The reason behind this is quite straightforward: the signals, or spectral features, are far more prominent in a less dense atmosphere compared to a more compact one. Their recent study, now published in Nature, reveals the presence of water vapour, sulphur dioxide (SO2), and silicate (‘sand-like’) clouds, but notably, there is no trace of the greenhouse gas methane (CH4).

Dr John Pye, Senior Research Fellow in the University of Leicester School of Physics & Astronomy and Space Park Leicester, led a programme of associated observations of the ‘host-star’ around which the exoplanet orbits, in order to monitor the ultraviolet radiation falling on the exoplanet’s atmosphere, an important ingredient in the chemical reactions occurring there. These observations were conducted with NASA’s SWIFT space observatory, in which the University has a prominent role, hosting the UK SWIFT Science Data Centre, which provided expert help in planning the observations. The SWIFT results are also reported in the Nature paper.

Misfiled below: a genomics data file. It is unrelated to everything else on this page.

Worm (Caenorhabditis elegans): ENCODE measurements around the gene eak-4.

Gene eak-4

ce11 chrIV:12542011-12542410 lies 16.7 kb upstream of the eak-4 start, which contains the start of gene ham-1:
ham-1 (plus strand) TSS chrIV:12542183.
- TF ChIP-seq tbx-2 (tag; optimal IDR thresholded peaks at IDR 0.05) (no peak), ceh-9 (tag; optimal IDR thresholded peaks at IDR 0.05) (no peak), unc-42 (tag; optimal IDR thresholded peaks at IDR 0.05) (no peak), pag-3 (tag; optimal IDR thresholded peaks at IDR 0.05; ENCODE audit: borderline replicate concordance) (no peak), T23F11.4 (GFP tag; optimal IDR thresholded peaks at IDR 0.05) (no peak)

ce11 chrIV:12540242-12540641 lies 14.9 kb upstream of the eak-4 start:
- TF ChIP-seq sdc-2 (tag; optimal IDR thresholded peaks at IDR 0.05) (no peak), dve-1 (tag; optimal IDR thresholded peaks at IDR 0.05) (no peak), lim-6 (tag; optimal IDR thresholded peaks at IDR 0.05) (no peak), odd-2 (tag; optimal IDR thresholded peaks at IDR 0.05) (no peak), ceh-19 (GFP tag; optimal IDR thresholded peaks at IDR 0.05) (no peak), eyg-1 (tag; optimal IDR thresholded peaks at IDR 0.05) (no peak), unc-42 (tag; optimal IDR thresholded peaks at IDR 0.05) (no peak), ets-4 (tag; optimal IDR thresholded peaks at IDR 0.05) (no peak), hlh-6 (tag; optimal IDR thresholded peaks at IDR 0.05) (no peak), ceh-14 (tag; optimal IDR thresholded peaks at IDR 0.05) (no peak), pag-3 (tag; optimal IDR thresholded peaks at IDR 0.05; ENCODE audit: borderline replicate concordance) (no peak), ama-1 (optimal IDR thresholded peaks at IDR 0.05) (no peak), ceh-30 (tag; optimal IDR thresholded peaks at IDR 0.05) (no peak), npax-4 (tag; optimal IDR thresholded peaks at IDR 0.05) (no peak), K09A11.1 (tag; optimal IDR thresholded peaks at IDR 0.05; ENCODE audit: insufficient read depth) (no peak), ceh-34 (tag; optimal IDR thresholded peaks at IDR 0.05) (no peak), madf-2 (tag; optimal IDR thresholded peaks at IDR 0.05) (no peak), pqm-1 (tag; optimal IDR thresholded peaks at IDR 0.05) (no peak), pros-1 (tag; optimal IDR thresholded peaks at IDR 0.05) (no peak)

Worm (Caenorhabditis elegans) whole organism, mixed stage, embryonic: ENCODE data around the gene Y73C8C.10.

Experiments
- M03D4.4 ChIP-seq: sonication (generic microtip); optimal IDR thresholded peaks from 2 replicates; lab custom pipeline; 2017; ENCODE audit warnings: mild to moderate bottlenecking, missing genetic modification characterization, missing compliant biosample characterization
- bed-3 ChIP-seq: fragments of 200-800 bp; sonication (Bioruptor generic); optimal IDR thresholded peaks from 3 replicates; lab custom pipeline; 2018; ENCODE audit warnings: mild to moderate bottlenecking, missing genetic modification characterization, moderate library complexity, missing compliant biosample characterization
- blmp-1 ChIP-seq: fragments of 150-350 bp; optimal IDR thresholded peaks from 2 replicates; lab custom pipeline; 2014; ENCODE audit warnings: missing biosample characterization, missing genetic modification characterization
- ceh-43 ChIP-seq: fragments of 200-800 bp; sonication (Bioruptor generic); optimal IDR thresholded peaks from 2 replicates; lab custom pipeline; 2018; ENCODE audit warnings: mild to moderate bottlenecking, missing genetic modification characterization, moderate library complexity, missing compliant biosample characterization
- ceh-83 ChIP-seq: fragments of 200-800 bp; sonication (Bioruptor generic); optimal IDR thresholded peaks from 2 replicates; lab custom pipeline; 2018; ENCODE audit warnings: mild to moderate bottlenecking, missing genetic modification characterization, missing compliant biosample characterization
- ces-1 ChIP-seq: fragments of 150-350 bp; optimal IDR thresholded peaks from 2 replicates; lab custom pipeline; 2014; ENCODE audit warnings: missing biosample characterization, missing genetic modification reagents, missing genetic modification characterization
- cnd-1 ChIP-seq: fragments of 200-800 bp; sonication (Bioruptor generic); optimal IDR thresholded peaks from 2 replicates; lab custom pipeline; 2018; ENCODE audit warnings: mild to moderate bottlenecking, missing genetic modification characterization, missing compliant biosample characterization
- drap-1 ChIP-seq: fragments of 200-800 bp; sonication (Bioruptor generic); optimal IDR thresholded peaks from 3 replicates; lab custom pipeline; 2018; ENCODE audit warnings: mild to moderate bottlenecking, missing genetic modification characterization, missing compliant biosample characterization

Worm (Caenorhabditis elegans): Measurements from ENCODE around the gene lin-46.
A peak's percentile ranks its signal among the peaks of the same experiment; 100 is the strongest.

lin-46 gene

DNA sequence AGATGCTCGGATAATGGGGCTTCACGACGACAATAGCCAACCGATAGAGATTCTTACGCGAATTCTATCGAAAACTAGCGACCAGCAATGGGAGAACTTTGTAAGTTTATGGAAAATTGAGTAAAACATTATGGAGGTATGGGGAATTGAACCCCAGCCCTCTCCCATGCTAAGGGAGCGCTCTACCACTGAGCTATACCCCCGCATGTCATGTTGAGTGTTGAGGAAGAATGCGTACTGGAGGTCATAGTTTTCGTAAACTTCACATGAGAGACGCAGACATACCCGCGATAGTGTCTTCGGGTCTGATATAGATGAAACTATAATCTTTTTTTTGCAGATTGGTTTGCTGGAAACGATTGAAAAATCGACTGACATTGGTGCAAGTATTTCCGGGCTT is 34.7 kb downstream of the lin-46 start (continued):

Dr Pye said: “Having detailed knowledge of the energy output from the star is important, as this sets the environment within which the exoplanet sits.”

These detections provide crucial insights into the dynamics and chemistry of this captivating exoplanet. First, the absence of methane hints at a potentially warm interior, offering a tantalising glimpse into the movement of heat energy in the planet’s atmosphere. Secondly, the discovery of sulphur dioxide (known for the odour of burnt matches), was a major surprise. Previous models had predicted its absence, but novel climate models of WASP-107b’s atmosphere now show that the very fluffiness of WASP-107b allows the formation of sulphur dioxide in its atmosphere. Even though its host star emits a relatively small fraction of high-energy photons due to its relatively cool temperature, these photons can reach deep into the planet’s atmosphere thanks to its fluffy nature. This enables the chemical reactions required to produce sulphur dioxide to occur.

Video animation of WASP-107b transiting its parent star